Sharper images with less noise

Do you avoid high ISO settings, because your pictures get too much noise? With the right technique, you can minimize the noise and highlight details of the picture.


Get to know your camera

If you check your most noisy images, you'll soon discover that the noise is most prominent in the shadows and dark areas. This is because the camera's sensor must work harder to increase the light sensitivity of these faint parts of the image, resulting in noise. If you overexpose the image slightly and let in more light, the electronics will need to work less with less noise as a result. I allways overexpose pictures with low light and high ISO between +2 / 3 - +1 EV. The picture will be slightly brighter than normal, but I will compensate this by underexposing a bit in Lightroom to get back the exposure to normal. By testing in poor lighting, you can find out how your camera reacts. The only thing you should be aware of, is to not blow out the highlights. This technique is called "Expose to the right", which comes from that you push the information in the histogram to the right.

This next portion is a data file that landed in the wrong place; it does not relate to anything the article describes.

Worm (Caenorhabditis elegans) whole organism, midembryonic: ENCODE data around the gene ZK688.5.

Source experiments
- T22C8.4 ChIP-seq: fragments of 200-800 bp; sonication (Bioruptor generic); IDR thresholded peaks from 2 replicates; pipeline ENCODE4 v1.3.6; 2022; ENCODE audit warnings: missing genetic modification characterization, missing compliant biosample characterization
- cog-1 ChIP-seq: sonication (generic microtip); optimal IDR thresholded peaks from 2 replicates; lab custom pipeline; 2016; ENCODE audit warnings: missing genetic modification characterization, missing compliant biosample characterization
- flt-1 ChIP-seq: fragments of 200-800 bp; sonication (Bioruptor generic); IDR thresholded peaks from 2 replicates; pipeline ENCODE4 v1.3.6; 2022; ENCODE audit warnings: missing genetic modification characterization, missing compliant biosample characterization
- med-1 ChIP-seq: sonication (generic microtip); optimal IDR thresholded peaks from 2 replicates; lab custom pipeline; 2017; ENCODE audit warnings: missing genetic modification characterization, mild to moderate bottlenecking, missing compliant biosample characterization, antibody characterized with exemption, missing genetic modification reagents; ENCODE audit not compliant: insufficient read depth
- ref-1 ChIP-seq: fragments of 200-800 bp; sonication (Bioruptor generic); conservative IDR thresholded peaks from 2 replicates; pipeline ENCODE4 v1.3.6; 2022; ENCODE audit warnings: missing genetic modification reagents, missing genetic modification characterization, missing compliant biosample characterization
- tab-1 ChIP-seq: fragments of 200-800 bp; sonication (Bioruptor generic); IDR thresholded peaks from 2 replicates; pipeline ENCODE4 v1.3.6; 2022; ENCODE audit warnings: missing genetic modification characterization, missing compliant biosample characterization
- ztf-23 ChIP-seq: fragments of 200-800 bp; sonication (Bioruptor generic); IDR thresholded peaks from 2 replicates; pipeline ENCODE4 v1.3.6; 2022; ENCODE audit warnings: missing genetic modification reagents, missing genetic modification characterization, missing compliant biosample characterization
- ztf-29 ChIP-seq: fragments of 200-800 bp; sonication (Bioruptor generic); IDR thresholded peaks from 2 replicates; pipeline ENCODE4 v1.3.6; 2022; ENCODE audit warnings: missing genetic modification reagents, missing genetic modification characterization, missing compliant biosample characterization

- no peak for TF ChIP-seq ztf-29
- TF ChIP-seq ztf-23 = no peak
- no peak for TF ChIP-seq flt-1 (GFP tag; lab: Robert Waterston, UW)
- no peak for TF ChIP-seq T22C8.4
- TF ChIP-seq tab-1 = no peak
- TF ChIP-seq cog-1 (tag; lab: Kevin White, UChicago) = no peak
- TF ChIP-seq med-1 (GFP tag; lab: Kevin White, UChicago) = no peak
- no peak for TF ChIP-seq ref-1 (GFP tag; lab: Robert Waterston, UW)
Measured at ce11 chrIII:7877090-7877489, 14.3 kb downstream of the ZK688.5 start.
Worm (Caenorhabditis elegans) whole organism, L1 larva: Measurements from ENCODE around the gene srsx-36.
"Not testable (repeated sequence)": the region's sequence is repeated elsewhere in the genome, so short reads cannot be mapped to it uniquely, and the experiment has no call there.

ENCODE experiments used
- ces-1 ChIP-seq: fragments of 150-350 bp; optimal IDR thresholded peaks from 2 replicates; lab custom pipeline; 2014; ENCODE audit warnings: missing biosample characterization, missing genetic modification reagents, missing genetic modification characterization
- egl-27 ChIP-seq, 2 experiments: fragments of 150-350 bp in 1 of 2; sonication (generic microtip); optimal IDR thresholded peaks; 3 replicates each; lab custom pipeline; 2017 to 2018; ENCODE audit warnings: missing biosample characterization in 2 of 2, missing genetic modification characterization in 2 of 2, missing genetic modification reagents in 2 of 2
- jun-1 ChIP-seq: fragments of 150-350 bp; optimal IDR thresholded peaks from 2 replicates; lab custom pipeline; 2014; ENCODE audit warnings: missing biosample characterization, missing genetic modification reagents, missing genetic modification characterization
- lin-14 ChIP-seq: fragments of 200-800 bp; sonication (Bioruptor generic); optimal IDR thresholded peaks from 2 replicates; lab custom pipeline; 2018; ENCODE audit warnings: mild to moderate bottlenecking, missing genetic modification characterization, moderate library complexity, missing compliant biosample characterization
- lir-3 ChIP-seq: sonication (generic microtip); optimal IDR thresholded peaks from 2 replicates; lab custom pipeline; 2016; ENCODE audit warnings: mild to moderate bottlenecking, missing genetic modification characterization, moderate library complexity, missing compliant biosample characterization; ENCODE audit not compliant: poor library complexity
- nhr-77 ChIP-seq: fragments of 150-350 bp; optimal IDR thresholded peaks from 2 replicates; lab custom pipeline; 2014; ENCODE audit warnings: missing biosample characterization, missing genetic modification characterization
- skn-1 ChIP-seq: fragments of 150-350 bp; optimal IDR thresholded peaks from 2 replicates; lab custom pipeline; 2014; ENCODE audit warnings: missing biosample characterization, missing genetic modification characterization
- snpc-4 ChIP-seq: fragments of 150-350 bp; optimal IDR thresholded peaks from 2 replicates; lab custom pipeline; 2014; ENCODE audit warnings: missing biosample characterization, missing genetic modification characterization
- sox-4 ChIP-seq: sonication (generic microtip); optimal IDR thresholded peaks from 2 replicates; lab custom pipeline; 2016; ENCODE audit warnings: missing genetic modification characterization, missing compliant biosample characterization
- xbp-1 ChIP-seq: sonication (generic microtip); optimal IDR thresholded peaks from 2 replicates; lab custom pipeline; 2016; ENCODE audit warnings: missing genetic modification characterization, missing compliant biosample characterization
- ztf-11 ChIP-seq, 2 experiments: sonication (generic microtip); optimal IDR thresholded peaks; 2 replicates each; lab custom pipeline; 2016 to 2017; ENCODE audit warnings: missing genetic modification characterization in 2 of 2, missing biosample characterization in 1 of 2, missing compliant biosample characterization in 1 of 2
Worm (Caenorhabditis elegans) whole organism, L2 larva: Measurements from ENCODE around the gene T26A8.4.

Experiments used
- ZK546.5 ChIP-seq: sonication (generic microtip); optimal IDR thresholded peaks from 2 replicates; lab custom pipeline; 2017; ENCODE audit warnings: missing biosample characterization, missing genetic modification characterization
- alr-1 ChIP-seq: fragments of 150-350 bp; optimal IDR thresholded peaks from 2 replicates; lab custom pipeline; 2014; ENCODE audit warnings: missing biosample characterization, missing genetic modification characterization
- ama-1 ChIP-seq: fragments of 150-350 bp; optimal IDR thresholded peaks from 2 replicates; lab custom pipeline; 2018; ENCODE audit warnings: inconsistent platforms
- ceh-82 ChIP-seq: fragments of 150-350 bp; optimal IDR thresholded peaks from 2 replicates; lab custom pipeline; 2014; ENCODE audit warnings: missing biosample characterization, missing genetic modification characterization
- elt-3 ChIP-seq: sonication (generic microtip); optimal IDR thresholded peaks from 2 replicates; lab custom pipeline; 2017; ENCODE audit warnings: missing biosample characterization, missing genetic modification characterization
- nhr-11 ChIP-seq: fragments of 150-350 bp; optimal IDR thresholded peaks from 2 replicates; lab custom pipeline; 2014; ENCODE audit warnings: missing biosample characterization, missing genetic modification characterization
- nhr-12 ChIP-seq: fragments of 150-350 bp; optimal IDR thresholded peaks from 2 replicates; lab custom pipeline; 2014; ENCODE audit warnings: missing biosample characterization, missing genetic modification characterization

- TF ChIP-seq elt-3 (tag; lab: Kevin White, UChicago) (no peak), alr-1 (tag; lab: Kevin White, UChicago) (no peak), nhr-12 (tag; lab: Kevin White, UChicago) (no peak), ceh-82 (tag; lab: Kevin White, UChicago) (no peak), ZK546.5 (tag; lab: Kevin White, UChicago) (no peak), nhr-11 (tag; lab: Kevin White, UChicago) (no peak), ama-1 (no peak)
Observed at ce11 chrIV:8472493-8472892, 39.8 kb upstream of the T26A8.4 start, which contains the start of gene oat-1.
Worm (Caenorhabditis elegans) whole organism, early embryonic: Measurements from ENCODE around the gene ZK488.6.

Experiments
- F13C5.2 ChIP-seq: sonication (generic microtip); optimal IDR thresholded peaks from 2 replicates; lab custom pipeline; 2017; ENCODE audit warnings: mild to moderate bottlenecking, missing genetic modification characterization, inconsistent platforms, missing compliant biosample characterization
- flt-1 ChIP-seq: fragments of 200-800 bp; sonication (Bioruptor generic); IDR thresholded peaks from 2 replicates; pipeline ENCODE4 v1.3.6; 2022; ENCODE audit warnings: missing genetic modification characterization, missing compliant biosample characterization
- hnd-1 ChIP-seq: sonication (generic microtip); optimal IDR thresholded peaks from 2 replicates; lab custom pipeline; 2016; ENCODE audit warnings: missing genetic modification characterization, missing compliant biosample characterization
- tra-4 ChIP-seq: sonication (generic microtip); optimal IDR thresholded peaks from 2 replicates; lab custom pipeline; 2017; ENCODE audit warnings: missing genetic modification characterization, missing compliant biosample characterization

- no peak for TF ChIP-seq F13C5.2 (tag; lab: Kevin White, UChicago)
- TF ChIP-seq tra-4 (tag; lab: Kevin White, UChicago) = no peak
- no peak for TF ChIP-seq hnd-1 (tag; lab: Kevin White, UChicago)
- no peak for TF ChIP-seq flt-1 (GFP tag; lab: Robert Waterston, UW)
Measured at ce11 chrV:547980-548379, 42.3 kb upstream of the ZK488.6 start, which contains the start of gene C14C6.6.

Let the program to the hard work

I use Lightroom for almost all editing in my street photos. Noise reduction and sharpening works well on most images, and with a little fine tuning can reduce most noise. In really heavily noisy images LightRoom will not be sufficient. For thos images I use more advanced programs such as DxO Optics Pro. This program is reportedly the most efficient program on the market when it comes to noise reduction, and a cheap investment. DxO profiles all camera models supported by the program, making the program automatically find exactly the noise form of your camera. By knowing more about the noise, the software can also fix more of the noise while preserving details. In addition to noise reduction, the program is awesome when it comes to sharpening and lens corrections. If you've missed DxO Optics Pro, you should try the test version.


Ett förälskat par med ögonen på varandra.
This image is overexposed +2/3 EV at ISO 6400. Some adjustments in DxO Optics pro to fix noise and lens corrections.


Do you think that you need a better camera to take photos at higher ISO? Are you sure that you really push your camera to the outermost? Instead of spending money on new equipment, you should get to know the equipment you already own. Rather spend your money on a more advanced program that does a better job with noise reduction.

Tags: tips, camerasettings, learning, lightroom